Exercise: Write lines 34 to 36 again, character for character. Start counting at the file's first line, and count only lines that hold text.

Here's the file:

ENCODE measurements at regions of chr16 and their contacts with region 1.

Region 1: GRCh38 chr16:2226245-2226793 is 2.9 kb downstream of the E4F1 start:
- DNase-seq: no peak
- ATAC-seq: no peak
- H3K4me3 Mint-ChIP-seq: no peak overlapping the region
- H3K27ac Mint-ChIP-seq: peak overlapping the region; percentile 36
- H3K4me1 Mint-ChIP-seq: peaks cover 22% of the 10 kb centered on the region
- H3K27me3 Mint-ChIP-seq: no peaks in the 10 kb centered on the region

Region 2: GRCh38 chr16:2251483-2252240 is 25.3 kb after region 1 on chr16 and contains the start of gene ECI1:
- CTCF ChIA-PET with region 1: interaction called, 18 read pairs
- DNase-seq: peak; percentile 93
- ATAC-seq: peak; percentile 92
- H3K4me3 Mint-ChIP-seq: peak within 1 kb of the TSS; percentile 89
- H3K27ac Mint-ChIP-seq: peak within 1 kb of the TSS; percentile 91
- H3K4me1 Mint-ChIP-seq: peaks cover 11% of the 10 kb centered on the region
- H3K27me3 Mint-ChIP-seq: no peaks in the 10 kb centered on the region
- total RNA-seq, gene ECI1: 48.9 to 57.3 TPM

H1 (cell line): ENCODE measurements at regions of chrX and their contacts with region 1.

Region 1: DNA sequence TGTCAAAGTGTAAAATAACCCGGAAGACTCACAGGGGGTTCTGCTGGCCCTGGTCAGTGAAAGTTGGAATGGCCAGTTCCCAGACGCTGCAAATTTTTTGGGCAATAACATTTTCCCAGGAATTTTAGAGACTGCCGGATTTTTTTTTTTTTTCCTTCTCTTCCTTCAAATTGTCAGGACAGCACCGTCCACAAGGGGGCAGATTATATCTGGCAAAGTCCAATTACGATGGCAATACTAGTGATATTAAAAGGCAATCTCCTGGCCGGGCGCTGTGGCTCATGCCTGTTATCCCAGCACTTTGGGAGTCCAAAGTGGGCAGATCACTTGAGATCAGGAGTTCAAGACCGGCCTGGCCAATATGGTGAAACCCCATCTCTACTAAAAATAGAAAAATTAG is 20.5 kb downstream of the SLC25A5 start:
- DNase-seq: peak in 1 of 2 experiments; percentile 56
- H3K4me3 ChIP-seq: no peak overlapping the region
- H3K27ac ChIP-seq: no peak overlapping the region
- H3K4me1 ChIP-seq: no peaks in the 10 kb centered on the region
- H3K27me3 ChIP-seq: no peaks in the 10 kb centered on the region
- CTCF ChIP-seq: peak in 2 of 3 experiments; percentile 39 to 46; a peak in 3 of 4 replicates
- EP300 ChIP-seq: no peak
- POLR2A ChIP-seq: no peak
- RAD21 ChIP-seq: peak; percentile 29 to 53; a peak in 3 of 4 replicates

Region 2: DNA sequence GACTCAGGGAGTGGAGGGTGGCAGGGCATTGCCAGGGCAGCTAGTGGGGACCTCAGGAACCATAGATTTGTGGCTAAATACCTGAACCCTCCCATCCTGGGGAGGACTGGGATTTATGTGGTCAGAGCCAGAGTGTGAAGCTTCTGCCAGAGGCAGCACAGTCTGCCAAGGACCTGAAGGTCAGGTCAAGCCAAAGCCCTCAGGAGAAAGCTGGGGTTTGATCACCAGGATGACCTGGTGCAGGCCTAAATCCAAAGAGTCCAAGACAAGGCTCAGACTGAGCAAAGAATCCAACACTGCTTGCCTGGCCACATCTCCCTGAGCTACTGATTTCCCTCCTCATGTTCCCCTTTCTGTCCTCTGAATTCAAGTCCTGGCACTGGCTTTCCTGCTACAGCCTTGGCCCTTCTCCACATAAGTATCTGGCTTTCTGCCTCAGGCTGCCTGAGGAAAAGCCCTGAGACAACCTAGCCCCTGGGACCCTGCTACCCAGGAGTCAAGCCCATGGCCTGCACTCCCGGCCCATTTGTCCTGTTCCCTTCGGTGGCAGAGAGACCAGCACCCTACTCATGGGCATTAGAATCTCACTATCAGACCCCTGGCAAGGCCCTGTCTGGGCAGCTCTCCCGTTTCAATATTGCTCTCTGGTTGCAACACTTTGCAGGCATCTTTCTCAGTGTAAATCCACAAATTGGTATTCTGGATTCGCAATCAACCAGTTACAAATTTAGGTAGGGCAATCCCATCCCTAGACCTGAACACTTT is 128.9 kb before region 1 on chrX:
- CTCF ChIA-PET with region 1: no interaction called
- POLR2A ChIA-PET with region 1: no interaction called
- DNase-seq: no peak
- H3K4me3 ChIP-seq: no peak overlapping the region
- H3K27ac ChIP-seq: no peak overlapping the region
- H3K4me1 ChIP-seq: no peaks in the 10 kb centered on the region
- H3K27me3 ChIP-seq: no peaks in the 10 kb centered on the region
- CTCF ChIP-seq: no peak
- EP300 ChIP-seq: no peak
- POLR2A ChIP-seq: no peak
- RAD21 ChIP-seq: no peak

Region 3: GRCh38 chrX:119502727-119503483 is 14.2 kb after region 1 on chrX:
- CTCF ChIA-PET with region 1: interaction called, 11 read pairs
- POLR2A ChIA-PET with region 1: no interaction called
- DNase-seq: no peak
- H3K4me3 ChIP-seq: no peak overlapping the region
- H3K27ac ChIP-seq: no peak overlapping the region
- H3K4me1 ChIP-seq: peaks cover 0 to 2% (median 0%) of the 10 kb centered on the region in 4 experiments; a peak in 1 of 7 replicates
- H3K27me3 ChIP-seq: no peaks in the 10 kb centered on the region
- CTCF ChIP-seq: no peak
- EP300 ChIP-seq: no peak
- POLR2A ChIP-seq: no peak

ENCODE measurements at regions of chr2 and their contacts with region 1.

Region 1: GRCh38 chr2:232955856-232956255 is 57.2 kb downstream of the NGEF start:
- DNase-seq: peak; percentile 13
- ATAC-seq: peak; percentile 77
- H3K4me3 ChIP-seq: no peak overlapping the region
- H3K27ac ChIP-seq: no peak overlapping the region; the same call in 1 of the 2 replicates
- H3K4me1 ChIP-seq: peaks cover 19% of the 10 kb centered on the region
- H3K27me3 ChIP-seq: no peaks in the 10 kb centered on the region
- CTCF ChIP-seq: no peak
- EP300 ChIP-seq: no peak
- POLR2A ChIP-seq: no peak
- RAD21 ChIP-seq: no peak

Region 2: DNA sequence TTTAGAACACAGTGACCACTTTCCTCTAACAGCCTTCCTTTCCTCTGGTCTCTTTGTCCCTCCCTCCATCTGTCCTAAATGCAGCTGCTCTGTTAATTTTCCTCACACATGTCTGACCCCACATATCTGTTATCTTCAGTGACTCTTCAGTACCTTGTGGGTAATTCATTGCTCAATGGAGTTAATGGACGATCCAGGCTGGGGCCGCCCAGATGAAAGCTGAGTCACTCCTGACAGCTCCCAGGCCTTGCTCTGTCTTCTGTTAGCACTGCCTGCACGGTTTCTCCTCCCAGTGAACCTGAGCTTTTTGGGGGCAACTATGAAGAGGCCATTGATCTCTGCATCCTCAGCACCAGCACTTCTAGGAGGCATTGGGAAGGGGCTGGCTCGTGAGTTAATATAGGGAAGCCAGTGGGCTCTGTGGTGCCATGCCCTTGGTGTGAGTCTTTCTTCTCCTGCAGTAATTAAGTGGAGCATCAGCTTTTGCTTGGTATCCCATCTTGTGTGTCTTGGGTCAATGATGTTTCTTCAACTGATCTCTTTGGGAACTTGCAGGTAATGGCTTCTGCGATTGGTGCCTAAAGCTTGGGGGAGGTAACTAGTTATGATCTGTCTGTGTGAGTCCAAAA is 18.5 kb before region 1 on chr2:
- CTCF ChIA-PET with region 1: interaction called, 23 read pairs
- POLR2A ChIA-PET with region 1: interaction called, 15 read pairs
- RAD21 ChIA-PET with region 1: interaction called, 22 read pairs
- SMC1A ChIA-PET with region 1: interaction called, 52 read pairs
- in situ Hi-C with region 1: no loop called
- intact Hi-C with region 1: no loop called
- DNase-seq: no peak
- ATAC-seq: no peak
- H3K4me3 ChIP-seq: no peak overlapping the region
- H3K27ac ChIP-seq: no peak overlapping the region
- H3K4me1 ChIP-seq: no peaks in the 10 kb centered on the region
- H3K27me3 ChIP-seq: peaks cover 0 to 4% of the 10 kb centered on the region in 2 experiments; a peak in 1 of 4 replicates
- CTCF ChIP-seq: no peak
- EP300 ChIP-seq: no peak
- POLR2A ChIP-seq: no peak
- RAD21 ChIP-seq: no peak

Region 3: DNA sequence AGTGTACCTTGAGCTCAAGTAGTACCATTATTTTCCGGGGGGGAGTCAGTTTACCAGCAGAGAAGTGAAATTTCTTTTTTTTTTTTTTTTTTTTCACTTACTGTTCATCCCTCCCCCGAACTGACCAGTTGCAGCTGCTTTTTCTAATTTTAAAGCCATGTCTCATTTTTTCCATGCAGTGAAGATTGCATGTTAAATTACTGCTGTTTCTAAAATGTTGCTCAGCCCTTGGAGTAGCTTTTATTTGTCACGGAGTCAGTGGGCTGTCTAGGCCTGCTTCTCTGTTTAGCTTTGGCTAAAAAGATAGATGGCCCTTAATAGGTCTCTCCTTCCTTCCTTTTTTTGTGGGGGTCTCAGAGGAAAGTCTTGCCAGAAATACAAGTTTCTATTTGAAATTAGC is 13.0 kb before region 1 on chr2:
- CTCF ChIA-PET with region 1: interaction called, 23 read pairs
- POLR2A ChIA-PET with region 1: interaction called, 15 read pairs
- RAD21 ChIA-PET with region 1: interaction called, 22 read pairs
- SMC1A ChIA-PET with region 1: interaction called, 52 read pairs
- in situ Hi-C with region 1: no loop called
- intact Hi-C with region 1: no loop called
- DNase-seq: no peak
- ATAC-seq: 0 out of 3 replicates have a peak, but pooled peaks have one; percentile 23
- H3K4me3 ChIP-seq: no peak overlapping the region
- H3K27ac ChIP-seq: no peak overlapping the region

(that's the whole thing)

- H3K27ac ChIP-seq: no peak overlapping the region
- H3K4me1 ChIP-seq: no peaks in the 10 kb centered on the region
- H3K27me3 ChIP-seq: no peaks in the 10 kb centered on the region